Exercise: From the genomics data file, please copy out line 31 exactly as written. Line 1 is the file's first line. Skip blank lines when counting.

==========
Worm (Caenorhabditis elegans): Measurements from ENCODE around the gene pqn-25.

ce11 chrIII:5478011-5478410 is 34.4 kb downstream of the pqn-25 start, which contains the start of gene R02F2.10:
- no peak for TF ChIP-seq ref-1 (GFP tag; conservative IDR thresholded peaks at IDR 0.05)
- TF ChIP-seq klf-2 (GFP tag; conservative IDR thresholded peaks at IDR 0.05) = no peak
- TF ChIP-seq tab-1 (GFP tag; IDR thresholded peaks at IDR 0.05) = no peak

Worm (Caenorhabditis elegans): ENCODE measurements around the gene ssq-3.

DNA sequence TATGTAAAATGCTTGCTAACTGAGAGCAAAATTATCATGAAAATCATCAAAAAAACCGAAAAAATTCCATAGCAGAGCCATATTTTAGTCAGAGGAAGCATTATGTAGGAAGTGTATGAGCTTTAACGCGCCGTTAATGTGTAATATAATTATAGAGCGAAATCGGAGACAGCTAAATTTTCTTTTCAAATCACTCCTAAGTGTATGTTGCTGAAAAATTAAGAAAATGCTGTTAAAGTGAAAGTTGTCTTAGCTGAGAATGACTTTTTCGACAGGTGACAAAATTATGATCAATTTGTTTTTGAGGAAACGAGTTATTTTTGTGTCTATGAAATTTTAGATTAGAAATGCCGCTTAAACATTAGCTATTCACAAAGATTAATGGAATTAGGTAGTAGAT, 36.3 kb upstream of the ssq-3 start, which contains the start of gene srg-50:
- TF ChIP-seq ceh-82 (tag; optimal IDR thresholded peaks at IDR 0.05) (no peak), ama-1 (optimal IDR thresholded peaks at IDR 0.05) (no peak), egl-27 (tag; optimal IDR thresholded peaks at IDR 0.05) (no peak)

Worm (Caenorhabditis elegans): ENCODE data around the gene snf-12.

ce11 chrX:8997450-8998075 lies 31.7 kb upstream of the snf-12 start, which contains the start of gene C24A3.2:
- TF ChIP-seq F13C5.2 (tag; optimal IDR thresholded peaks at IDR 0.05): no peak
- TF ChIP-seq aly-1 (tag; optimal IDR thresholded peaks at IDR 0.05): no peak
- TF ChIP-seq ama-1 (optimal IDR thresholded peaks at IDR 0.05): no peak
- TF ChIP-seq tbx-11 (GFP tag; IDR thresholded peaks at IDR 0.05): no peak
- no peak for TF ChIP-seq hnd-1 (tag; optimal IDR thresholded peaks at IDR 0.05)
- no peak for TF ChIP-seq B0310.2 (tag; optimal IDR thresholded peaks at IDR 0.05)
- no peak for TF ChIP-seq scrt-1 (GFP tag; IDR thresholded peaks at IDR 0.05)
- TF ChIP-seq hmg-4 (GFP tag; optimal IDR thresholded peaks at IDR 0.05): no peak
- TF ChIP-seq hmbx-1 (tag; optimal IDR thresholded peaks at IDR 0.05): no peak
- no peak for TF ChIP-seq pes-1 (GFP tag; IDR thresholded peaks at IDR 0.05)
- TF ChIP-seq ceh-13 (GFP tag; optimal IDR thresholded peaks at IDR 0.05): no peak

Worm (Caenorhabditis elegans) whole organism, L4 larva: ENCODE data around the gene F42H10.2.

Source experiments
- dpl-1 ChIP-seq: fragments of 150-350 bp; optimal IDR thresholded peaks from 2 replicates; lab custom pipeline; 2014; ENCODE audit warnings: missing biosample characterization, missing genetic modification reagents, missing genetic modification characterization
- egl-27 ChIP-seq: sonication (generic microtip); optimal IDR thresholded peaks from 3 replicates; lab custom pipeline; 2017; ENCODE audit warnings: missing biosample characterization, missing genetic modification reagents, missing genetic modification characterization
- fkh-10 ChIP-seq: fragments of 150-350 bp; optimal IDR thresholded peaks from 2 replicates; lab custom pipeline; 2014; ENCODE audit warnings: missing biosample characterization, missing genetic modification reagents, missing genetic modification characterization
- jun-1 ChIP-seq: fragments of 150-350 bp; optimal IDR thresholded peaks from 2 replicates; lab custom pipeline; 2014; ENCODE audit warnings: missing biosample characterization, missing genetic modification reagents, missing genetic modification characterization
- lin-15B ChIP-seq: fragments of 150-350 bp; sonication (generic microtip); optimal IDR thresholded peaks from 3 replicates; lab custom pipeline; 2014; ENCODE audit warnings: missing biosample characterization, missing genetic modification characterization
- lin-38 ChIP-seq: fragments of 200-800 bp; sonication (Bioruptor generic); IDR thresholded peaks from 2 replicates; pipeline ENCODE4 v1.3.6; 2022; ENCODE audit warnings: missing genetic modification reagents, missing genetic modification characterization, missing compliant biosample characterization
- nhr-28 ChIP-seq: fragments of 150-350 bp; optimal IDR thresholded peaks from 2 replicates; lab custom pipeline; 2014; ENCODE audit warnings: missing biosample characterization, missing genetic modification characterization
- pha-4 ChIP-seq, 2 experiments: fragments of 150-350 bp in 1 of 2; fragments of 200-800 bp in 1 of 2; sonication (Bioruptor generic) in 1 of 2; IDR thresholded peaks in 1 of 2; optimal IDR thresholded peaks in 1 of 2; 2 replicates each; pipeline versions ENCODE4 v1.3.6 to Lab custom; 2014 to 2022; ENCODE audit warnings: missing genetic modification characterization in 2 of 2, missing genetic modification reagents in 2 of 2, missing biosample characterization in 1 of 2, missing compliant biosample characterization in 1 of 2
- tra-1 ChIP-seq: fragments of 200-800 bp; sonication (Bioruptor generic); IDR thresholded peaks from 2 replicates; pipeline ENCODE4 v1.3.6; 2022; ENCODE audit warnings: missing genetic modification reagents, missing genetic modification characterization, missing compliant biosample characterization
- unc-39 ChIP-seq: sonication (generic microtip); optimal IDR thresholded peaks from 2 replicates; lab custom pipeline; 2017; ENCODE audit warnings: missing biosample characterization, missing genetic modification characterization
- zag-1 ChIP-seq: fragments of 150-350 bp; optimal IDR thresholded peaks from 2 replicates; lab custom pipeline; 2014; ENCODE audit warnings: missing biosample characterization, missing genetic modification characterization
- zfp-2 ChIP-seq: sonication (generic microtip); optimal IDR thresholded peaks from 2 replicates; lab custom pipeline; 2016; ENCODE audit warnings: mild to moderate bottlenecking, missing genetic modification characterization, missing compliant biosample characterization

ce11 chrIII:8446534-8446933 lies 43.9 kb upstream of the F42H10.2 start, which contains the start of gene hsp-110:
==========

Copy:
- pha-4 ChIP-seq, 2 experiments: fragments of 150-350 bp in 1 of 2; fragments of 200-800 bp in 1 of 2; sonication (Bioruptor generic) in 1 of 2; IDR thresholded peaks in 1 of 2; optimal IDR thresholded peaks in 1 of 2; 2 replicates each; pipeline versions ENCODE4 v1.3.6 to Lab custom; 2014 to 2022; ENCODE audit warnings: missing genetic modification characterization in 2 of 2, missing genetic modification reagents in 2 of 2, missing biosample characterization in 1 of 2, missing compliant biosample characterization in 1 of 2